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It’s National Alpaca Farm Day on 4th September. To mark the occasion, and honour our South American camelid friends, we have compiled a National Alpaca Farm Day Quiz!
How well do you know Alpacas?
- What were Alpacas originally bred for?
- Do they spit at you?
- How much land do you need for Alpacas?
- Do they sleep standing up?
- Can Alpacas swim?
- How many colours do they come in?
- What do you call baby alpacas?
- Do alpacas have to be sheared every year?
- Do they have 2 sets of teeth like us?
- What is Alpacas favourite food?
- Why are alpacas popular with smallholders?
- Alpacas were bred in South America for their fibre. Their fleece is softer, stronger, and warmer (at the same weight) than sheep’s wool. An adult produces up to 10 pounds of fibre each year. The fibre is processed differently than sheep’s wool, and the cost of processing can be substantial.
- Alpacas are sweet animals and generally good natured but if provoked they won’t hesitate to spit at you. Spitting is also used to warn an aggressor away. Some alpacas are just crabbier than others and spit with little provocation.
- An acre of unrotated pasture space can generally support 5 to 6 alpacas. If you want to rotate your pastures, you’ll need 2 acres for every 5 to 6 alpacas. If you have less space, 2 alpacas can do just fine on half an acre of land with extra food supplied in winter.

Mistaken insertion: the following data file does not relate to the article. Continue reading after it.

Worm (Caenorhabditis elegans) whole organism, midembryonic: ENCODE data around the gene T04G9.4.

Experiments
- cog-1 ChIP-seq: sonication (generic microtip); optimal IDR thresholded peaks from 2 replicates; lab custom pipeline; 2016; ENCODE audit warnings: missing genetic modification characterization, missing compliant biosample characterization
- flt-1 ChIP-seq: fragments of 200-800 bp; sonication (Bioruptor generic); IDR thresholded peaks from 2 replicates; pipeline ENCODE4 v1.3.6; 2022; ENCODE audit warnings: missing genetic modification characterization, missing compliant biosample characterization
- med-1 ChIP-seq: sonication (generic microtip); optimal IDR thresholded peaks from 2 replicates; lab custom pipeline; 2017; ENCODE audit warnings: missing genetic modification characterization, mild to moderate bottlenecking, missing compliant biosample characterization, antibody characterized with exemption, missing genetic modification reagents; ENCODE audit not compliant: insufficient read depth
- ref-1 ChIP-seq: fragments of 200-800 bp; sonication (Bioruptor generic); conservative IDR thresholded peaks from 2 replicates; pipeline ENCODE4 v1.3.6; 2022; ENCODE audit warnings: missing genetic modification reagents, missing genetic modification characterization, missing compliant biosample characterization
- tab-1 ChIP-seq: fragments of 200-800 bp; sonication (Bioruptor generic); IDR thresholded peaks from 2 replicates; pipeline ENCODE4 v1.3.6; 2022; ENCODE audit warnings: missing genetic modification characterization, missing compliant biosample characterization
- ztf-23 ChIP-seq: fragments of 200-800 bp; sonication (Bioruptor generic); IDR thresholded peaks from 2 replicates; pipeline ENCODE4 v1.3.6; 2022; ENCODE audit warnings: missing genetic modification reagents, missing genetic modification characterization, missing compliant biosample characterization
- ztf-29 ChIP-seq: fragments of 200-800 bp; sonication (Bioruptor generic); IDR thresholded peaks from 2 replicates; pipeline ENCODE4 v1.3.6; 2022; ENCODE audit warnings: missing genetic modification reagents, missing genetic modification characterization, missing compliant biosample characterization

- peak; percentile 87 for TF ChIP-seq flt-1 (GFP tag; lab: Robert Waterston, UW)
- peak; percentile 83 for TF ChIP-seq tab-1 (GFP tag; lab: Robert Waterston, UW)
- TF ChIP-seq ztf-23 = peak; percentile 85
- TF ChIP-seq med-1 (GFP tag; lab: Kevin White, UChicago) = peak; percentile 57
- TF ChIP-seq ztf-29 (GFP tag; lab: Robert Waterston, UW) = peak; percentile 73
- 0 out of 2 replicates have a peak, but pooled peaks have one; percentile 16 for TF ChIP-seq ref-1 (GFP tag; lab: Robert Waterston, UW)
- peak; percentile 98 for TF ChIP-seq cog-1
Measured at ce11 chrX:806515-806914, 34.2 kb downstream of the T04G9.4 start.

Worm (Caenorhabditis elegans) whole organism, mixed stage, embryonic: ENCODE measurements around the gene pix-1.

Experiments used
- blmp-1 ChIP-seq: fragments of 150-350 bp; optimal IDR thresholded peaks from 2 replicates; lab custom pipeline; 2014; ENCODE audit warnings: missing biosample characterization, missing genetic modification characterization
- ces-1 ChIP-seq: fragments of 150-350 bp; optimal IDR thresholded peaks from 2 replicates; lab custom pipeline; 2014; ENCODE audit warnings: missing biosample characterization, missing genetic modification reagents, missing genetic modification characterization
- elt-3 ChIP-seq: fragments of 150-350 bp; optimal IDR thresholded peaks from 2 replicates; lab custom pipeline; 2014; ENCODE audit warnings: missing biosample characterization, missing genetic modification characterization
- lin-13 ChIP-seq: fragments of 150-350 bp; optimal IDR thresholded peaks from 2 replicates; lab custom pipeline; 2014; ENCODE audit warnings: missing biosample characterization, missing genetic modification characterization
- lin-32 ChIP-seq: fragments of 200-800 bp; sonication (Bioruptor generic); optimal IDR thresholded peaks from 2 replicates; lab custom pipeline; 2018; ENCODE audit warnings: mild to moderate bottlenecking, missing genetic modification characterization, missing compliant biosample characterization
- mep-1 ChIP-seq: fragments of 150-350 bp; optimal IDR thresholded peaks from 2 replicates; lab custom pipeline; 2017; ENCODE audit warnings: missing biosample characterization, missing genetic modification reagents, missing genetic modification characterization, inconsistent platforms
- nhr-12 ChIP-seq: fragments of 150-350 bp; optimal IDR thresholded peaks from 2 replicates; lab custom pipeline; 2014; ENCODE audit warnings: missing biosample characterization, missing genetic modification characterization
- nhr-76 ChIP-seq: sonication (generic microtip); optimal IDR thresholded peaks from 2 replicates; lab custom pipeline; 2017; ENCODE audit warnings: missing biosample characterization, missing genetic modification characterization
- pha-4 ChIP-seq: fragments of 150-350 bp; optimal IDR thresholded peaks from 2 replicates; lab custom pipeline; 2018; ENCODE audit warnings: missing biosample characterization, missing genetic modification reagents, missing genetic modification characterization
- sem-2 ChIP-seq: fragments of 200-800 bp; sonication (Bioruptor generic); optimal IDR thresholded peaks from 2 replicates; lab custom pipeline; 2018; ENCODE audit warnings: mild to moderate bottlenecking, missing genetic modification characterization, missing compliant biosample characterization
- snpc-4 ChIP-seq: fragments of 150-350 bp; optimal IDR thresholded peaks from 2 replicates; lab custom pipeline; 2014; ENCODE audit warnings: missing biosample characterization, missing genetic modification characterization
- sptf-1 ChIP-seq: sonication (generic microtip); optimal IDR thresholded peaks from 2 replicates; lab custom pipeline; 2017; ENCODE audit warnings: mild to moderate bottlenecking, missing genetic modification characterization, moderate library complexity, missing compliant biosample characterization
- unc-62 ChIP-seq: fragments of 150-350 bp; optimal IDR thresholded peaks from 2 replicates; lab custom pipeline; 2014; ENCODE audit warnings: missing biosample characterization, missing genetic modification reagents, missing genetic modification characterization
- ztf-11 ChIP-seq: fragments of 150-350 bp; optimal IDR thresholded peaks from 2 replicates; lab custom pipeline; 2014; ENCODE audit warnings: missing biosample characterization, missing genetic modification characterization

- No, while sleeping, they trust other alpacas to keep guard. They often sleep kushed (with their legs folded under them and their heads laid out flat in front of them). Alpacas do not sleep standing up as it is impossible to enter a deep state of sleep while standing.
- Alpacas LOVE to swim.
- They come in 22 colours, from a true, blue-black, through to browns and tans and to white.
- Babies are called cria, they weigh 8 to 9 kg when born. Alpacas breed once a year, crias are weaned at 6 to 8 months, and females are ready to reproduce at 12 to 15 months.
- Their very thick wool requires them to be shorn annually, unfortunately this can be a source of stress for the animals.
- Alpacas don’t have teeth in the top-front of their mouths. This gives them the appearance of having an underbite.
- They love bite-sized treats of apples, berries, broccoli stalks, carrots, pumpkin, raisins, turnips, and other safe-to-eat fruits, vegetables, and plants. Treats must be cut up or shredded to prevent choking in this herbivorous animal, as they only have lower teeth for tearing, not chewing.
- Stuart Trussler in Hampshire keeps five alpacas on his smallholding; Zoe, Zen, Zorro, Zena and Blossom; “Alpacas are like big sheep. Very friendly animals, very calming and they enjoy being walked, fed grass in the summer and alpaca nuts in the winter months. They hum, with a sound like “mmm,” which can sound very soothing.
For more information on National Alpaca Farm Day and upcoming events visit The British Alpaca Society